Jeremy Hunt explains why the new sepsis campaign is so important
As a parent, nothing is more scary than when your son or daughter is ill. As you sit with a small, feverish child you inevitably fear the worst – but the truth is you just don’t know. So when I first heard about the tragic case of William Mead, who died of sepsis two years ago, I couldn’t help but think of my own three young children.
Sepsis is a devastating condition which kills too many babies every year. Over the past year, I have worked closely with Melissa Mead, William’s mother, and the UK Sepsis Trust to give parents far better reassurance than they have now.
We’ve built understanding of meningitis over the years – and most parents are far more knowledgeable than even a decade ago about the signs of that devastating infection.
But we can’t be complacent – the problem of sepsis is now every bit as urgent as meningitis.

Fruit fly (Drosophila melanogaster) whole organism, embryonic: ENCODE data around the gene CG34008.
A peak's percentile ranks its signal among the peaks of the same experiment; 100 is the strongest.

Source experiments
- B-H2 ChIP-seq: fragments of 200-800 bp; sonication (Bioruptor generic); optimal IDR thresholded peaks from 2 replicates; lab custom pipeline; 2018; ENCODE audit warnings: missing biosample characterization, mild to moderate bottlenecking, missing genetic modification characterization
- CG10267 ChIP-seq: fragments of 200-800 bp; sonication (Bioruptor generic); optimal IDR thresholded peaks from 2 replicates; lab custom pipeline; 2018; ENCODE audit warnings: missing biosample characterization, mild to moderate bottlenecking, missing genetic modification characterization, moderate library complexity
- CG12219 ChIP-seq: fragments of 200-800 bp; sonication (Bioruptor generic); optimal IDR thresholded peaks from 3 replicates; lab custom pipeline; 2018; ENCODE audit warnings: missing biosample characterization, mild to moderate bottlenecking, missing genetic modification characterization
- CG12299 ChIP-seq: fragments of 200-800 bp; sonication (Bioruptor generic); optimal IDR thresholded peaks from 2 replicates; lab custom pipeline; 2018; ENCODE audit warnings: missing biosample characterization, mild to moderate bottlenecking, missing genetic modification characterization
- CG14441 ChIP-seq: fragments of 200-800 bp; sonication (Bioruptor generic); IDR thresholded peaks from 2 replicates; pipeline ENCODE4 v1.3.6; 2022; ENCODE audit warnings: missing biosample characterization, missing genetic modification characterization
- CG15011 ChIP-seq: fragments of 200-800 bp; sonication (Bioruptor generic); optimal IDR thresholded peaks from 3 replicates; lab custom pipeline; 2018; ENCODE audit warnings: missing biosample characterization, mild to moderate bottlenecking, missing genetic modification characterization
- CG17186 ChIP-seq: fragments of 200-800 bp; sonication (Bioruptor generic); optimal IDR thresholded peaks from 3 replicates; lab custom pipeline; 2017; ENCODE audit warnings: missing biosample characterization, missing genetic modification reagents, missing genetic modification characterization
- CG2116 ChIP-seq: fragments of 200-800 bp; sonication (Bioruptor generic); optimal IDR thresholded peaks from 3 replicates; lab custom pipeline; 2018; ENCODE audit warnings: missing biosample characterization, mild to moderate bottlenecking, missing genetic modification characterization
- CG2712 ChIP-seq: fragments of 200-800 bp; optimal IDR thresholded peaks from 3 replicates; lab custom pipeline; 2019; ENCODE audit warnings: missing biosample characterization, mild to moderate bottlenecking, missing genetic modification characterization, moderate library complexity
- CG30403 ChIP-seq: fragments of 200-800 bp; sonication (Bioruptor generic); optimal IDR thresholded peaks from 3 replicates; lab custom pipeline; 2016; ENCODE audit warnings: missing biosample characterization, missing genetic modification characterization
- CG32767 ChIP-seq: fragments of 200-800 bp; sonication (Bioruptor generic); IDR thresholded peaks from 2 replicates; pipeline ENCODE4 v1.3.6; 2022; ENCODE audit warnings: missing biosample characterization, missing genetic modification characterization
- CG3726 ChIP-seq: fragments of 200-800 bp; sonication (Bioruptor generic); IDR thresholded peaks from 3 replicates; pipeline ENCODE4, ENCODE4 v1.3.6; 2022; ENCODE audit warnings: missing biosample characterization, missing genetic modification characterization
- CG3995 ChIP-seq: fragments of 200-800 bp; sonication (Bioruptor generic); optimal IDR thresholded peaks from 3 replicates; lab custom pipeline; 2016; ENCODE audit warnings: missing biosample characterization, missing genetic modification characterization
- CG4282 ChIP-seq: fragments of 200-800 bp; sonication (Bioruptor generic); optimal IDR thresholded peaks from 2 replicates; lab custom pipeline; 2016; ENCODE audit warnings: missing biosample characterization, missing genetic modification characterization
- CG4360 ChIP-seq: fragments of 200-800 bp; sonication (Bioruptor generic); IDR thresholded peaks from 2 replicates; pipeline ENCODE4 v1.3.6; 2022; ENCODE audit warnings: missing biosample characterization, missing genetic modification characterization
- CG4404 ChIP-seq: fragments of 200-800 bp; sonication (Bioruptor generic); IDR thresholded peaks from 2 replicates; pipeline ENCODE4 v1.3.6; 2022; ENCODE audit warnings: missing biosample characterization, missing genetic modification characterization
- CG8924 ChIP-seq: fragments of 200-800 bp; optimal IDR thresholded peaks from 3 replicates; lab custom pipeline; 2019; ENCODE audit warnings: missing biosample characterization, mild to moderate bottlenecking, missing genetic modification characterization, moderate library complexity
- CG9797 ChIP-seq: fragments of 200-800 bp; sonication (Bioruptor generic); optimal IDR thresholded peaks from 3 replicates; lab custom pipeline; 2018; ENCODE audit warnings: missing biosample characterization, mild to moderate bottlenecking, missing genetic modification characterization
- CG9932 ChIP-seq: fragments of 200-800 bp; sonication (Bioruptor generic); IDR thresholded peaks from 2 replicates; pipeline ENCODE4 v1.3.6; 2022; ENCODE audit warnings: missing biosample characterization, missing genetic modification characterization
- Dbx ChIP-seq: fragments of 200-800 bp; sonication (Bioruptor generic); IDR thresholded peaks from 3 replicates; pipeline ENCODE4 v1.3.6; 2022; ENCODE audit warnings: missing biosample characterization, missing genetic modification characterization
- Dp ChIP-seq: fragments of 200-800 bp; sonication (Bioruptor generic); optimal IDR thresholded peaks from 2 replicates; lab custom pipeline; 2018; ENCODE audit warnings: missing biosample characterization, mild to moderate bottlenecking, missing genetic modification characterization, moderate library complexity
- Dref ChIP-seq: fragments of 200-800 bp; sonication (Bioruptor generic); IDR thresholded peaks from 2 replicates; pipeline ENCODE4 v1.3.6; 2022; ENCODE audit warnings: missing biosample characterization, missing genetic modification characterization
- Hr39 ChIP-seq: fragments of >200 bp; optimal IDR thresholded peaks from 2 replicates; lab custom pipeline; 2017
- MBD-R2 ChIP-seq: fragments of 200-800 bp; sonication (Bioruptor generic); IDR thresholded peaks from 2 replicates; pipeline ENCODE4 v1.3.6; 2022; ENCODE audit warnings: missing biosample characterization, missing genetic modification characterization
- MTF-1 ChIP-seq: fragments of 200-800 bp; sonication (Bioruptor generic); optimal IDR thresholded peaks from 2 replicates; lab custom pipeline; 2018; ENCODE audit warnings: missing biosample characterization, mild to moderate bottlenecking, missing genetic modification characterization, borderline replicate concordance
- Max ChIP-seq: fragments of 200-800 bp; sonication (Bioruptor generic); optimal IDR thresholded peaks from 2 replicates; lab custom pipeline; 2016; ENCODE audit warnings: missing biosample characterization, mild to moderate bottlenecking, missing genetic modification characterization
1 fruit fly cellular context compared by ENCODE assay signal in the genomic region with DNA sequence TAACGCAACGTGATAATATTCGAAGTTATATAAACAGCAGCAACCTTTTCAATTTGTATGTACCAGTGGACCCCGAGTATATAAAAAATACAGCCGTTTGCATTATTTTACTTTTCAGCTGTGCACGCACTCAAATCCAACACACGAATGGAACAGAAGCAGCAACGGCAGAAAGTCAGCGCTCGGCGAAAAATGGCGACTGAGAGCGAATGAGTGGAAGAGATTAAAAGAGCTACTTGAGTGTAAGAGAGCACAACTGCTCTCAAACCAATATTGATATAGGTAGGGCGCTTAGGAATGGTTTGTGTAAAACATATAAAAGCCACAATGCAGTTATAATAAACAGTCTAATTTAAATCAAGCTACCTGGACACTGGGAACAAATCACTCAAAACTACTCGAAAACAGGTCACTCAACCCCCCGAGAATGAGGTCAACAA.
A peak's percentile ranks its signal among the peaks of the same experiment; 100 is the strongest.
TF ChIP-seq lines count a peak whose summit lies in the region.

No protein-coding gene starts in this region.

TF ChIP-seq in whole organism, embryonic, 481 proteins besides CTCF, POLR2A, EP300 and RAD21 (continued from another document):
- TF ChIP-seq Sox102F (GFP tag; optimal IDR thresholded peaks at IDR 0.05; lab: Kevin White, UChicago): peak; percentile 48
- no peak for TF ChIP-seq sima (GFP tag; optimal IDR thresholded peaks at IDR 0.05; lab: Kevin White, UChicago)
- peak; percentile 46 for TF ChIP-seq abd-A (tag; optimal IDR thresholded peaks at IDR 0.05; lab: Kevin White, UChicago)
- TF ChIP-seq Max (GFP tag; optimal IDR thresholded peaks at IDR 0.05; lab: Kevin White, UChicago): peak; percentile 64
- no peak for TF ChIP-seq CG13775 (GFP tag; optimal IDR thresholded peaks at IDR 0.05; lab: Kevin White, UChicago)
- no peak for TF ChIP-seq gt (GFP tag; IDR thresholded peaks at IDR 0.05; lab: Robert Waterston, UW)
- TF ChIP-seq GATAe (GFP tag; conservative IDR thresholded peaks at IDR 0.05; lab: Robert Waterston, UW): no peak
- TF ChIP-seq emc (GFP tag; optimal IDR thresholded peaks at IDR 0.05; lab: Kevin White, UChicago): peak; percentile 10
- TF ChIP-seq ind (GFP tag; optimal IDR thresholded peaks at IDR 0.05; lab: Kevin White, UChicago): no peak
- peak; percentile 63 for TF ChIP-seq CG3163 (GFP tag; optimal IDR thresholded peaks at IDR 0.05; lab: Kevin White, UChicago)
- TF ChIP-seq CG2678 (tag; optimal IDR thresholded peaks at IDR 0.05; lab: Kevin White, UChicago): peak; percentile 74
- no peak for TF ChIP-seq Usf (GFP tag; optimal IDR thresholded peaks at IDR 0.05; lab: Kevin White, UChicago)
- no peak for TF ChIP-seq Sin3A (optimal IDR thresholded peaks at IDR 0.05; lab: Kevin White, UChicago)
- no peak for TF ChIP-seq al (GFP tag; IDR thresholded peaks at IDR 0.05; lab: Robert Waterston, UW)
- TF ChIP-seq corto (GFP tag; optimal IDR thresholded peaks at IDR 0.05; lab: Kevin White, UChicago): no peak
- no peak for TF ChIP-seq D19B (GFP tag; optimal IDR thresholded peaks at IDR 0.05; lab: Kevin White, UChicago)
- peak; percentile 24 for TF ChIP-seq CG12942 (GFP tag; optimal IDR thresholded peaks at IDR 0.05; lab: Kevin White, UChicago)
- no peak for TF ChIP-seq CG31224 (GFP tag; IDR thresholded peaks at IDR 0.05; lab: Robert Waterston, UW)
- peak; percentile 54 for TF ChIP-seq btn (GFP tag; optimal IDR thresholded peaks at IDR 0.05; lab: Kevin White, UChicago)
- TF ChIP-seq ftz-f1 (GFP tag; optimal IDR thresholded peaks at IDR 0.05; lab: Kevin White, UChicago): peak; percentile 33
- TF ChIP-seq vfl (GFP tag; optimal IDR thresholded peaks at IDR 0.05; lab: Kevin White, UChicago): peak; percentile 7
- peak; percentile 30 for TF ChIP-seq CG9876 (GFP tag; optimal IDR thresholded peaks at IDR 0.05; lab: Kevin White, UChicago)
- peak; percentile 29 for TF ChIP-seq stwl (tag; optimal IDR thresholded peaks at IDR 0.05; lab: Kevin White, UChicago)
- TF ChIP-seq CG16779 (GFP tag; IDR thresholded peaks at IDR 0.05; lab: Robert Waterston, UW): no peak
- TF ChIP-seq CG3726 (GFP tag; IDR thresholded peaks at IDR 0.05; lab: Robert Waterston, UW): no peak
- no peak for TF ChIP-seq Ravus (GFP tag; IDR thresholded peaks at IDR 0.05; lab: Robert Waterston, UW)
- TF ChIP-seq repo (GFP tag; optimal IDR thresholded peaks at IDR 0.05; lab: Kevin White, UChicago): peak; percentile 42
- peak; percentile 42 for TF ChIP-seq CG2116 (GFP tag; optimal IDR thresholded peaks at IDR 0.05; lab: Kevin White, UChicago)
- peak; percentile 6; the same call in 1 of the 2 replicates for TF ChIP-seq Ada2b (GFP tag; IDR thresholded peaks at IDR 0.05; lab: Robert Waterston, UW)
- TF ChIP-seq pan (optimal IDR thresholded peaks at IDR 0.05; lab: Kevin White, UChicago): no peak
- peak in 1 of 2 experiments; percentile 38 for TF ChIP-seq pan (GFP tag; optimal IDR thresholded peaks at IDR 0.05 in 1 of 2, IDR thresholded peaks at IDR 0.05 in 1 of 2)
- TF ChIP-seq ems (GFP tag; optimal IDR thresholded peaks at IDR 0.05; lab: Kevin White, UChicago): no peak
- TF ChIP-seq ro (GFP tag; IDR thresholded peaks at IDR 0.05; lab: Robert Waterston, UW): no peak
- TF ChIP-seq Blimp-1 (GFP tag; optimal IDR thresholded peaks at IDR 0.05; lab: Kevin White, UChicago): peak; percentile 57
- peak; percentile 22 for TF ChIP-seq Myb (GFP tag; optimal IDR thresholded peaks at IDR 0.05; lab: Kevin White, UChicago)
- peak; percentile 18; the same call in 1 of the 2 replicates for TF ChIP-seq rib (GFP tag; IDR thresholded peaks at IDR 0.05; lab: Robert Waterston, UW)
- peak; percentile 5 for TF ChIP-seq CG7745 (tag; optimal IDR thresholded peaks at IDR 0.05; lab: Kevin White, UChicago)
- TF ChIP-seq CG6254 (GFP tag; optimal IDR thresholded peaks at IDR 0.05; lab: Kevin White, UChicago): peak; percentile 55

So today I am delighted to launch a new sepsis awareness campaign for parents and carers of children from newborn to four years old to help them with the symptoms of sepsis – and, crucially, to know what to do if they spot them. Leaflets and posters are being distributed right now across the NHS.
A new video with Melissa Mead and other families who have been affected will spread the word on social media.
This runs alongside the work already under way to deliver our ambition to promise NHS patients the safest, highest-quality care anywhere in the world. We have introduced a national scheme to make sure at-risk patients are screened for sepsis as quickly as possible and receive timely treatment on admission to hospital.
We are also working with Health Education England to make sure all health professionals have the knowledge and skills to identify and treat sepsis.
Yesterday I visited the Royal Free Hospital with Melissa, where we saw first hand how the NHS is tackling this condition.
Dedicated paediatricians talked us through how their children’s A&E department handles sepsis, and I was hugely impressed by their commitment to improving services for patients and their families.
Work like this is another crucial step on the road to reducing the harm sepsis causes.
The Mail has rightly championed this cause – highlighting the cases of countless families that have been affected by sepsis.
By raising levels of public awareness, we’ll save lives in the future – and the tragedy of what happened to William Mead will not have been in vain.